Monday, 30 June 2014

Cycling in Bracknell

I was coming in to Bracknell town centre, on my bicycle, approaching along the path in this picture, from the other side (i.e. towards the camera).

I was accosted by a pedestrian insisting it was illegal to cycle there.

I pointed to the sign showing the start of the pedestrian zone and pointing out that the other way the sign clearly says the pedestrian zone ends (as per picture).

She was having none of it, insisting she had spoken to police about this before.

What do you do?!

Personally, what I think we need is a "cyclists give way to pedestrians" zone for the town centre so that careful cyclists can cycle in to town. Sadly I don't think such a thing exists in the road traffic laws.

Update: Apparently they have something like that in Cambridge, Thanks Julian Huppert

12 comments:

  1. It depends what was on the other side. There is a pedestrian zone sign that permits push bikes. See http://www.direct.gov.uk/prod_consum_dg/groups/dg_digitalassets/@dg/@en/@motor/documents/digitalasset/dg_191926.pdf

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    1. Wait, what? As you can see from "zone ends" picture, this has a bike and car on the symbol, which suggests bicycles would be allowed. I assumed not, and police have stopped people in the town, but if it is not actually "all vehicles" that would be excellent!

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    2. That's a good point. I didn't check out the second page of the link I sent, and wrongly assumed the zone end was a generic zone end sign.

      Looks like push bikes are allowed in that pedestrian zone.

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    3. I suggest carry a copy of the highway code around with you, so you can point out the law to the crazy folk who stop you.

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    4. From street view I can see most entrances have pedestrian zone (bikes/cars) *and* a non cycling sign. Odd as there is a no vehicles version that would do it in one go. Hmmm.

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    5. They probably opt for a specific separate "no cycling" sign since, from what I've observed (as both a pedestrian and cyclist) too many cyclists seem to think that any prohibition which doesn't specifically target cyclists alone doesn't apply to them - like red traffic lights, pedestrian crossings... I know I stuck to the rules properly when cycling, and I'm guessing RevK will too, but for the population as a whole spelling out "yes, cyclists, this sign DOES apply to you" seems necessary. (I'd guess most of the cost is in installing the big concreted-in pole, then sticking two separate pictures on the metal isn't that much more than a single sign.)

      From the way one local cyclists merrily charges across a crossroads against the lights, regardless of the stream of traffic he's crossing, he seems to think cyclists also enjoy exemption from the laws of physics. On the bright side, the hospital is nearby for when he finally manages to convert himself to a bumper sticker...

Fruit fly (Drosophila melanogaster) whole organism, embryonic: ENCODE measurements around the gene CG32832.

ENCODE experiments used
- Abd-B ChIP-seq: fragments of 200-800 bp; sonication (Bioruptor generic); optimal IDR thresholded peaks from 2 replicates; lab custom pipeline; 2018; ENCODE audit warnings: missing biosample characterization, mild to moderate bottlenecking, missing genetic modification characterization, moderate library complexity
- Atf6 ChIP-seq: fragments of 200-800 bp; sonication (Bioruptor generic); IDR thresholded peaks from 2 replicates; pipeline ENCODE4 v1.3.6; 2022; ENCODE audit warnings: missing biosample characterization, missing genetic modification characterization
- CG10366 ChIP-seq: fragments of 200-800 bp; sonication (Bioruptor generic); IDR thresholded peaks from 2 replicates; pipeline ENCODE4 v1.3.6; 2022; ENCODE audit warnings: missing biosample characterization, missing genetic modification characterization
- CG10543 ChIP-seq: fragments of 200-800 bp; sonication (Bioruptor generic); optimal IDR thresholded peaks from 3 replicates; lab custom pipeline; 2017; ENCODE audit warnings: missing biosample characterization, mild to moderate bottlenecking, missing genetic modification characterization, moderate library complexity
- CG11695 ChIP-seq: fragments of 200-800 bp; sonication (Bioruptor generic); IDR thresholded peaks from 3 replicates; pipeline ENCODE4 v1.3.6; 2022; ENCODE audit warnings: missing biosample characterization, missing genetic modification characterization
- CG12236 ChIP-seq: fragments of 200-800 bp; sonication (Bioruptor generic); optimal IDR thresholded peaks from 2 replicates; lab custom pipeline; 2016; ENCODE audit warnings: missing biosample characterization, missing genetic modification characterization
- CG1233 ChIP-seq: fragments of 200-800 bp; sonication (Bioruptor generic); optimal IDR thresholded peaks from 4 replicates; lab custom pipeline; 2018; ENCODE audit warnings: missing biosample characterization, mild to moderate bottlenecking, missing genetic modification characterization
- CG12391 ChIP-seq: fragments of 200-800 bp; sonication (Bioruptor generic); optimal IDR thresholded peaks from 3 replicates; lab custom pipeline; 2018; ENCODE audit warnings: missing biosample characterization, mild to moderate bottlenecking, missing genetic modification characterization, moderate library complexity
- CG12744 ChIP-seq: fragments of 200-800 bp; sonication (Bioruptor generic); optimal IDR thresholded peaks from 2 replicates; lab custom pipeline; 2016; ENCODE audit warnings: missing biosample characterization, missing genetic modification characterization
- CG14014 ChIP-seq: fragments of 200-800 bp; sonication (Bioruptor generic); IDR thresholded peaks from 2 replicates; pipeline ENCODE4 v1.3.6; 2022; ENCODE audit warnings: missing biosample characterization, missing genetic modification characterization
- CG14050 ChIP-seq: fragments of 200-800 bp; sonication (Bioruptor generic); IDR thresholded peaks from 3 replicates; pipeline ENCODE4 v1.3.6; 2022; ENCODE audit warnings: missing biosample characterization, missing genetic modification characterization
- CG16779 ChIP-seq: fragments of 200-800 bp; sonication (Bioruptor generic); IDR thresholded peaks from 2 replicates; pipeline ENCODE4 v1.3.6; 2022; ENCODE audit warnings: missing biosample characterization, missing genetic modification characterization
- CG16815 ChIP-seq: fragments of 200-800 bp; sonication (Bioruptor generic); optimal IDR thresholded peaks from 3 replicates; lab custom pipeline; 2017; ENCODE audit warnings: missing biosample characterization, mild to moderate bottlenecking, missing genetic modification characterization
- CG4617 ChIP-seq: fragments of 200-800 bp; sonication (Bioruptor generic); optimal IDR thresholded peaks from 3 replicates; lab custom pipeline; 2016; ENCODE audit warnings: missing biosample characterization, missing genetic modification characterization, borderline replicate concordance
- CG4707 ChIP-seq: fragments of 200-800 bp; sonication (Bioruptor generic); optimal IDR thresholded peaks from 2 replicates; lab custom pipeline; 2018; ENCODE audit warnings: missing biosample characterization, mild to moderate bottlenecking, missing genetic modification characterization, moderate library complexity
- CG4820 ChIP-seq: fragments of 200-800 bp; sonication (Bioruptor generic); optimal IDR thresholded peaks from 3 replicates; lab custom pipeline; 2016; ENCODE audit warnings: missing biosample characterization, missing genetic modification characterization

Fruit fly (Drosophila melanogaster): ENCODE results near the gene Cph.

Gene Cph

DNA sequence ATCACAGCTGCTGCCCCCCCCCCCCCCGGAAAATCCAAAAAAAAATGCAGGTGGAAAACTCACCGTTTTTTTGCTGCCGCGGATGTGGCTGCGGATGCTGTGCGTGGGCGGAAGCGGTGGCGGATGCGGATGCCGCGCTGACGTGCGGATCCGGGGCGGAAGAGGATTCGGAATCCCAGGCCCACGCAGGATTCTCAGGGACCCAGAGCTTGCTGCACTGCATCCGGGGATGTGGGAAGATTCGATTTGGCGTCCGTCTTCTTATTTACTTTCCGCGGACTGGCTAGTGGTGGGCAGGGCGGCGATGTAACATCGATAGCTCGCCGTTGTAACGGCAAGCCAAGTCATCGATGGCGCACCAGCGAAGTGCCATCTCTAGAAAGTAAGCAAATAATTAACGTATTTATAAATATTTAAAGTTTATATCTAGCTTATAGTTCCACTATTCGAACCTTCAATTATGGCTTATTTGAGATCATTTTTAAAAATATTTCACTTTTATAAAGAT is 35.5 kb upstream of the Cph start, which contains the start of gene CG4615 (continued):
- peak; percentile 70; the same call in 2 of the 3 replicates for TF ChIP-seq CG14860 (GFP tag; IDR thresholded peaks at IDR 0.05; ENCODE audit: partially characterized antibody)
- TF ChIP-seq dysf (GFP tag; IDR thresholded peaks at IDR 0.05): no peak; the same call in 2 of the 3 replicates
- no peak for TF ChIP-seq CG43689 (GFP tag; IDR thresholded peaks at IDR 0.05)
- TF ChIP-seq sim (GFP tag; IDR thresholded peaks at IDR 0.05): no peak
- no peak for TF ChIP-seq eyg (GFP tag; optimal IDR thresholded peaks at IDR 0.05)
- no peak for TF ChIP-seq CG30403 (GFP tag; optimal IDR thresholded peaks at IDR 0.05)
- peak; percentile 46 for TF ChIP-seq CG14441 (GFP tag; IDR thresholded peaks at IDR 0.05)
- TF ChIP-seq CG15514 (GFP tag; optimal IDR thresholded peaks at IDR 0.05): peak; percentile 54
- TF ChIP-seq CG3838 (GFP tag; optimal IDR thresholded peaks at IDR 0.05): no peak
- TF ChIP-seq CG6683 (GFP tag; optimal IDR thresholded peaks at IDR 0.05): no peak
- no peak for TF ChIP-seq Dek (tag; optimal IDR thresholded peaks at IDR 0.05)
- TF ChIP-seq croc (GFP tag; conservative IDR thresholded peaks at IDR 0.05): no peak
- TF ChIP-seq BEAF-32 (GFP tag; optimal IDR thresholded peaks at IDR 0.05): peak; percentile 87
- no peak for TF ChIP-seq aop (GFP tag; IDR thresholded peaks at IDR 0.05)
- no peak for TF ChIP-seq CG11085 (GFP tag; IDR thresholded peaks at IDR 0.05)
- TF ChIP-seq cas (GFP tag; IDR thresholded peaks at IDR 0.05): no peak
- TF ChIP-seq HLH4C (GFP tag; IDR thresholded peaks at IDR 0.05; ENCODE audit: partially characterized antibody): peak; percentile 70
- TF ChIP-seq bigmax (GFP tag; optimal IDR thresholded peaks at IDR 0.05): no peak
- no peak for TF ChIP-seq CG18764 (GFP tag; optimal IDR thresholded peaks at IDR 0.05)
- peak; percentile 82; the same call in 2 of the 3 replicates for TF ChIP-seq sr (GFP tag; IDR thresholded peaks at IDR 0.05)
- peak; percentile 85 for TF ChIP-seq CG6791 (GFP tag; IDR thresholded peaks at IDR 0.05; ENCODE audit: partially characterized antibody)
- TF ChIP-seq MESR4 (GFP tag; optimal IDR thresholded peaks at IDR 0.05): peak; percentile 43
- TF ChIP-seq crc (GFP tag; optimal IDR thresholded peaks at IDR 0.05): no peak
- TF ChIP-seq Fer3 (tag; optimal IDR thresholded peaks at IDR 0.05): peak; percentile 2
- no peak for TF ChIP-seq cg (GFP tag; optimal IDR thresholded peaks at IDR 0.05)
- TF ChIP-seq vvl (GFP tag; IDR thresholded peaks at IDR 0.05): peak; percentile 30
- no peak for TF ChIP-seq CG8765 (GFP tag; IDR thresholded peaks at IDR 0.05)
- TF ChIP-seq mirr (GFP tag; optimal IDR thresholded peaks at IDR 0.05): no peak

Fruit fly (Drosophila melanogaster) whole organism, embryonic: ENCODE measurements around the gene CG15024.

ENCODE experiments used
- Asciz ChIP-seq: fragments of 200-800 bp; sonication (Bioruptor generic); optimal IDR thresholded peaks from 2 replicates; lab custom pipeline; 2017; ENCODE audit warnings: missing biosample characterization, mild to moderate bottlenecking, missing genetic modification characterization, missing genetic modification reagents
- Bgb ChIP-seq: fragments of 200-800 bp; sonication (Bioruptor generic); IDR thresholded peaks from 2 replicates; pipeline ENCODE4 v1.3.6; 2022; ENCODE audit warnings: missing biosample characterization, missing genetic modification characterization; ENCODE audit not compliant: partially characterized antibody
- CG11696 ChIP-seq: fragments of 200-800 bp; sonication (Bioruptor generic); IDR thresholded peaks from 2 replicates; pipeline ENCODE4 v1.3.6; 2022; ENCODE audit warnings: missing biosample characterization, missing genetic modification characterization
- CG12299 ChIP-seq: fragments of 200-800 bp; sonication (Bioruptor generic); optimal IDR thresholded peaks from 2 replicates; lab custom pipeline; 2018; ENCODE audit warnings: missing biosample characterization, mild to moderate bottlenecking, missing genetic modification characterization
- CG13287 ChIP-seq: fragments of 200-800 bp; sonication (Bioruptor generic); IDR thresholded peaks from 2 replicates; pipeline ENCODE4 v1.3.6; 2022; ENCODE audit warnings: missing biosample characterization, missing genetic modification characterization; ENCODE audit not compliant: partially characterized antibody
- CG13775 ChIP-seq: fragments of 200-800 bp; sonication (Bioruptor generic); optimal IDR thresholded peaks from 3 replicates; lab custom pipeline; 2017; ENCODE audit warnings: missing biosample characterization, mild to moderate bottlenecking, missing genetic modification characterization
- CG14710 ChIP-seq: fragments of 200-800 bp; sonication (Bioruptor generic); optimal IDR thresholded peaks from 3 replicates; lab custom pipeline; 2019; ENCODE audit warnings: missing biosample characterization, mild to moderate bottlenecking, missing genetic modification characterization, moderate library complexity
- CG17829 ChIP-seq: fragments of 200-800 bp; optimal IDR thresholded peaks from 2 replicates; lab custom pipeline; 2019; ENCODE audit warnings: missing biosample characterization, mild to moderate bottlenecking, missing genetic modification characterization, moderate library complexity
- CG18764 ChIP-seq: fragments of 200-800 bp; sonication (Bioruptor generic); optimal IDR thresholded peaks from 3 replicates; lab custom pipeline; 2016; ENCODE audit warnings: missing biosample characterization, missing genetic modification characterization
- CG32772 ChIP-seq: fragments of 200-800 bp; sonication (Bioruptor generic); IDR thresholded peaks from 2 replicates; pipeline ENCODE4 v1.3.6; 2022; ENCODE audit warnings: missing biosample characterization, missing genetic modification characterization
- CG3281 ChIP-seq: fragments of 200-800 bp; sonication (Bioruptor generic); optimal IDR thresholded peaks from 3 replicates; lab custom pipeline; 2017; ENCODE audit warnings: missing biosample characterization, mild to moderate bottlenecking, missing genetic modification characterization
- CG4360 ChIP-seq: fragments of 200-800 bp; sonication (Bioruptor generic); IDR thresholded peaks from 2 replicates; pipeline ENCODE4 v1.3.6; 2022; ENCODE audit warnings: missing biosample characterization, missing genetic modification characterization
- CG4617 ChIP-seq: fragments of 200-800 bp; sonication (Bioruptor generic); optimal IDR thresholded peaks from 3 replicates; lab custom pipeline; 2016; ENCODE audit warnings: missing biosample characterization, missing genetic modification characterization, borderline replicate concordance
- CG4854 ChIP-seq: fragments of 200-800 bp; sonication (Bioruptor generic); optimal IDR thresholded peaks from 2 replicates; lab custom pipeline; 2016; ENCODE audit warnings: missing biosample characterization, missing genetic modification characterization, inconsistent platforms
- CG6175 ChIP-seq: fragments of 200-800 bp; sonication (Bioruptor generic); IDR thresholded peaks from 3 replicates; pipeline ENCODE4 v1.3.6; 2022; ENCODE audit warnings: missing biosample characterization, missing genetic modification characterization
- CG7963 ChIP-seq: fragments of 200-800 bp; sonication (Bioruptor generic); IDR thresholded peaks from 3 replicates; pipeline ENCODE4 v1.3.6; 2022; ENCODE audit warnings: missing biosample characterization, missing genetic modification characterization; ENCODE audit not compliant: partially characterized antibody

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    6. It is odd - I was taught rules of the road when I learned to cycle long before learning to drive, and I do stop at red traffic lights. etc. The rules are not that hard and a cyclist has the option to convert to a pedestrian at a whim, which is handy in some cases.

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    7. There was a crossroads near where I used to live that, when the lights went read for traffic, lit up a green cycle. I'm *still* not sure what was intended by that, as it appeared to be saying 'yes you can cross this crossroads against the lights and get squished'.

      They've since removed the light, but I wonder if someone got killed first.

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    8. Saw an article on the bbc about dedicated cycle lights on a busy roundabout in east london where there is a separate cycle phase so cyclists can cross the roundabout before the main car phase.

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  2. Stupid question: When there is a cycle path along a road, does cyclists have to use it or have a choice to continue to use the main road?

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    1. No, when there is a choice of roads to use, you are not required to use one rather than the other. Cycle paths painted on a footpath are a nightmare as they have uneven road surface, obstacles (lamp posts, buss stops, etc), pedestrians, often too narrow, loads of stops and starts and give ways, not easy to people exiting driveways to see you, and generally not idea, where as the road is continuous, has side roads give way to you, and does not have obstacles (even stationary cars are usually easy to pass).

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    2. Here got a single carriage way very busy A road, with a large cycle path next to it and regularly traffic hold up by cyclist staying on the main road, with cars unable to overtake due to incoming traffic.
      Stretches for a few miles, next to fields so really none of the inconvenient you mentioned :-(

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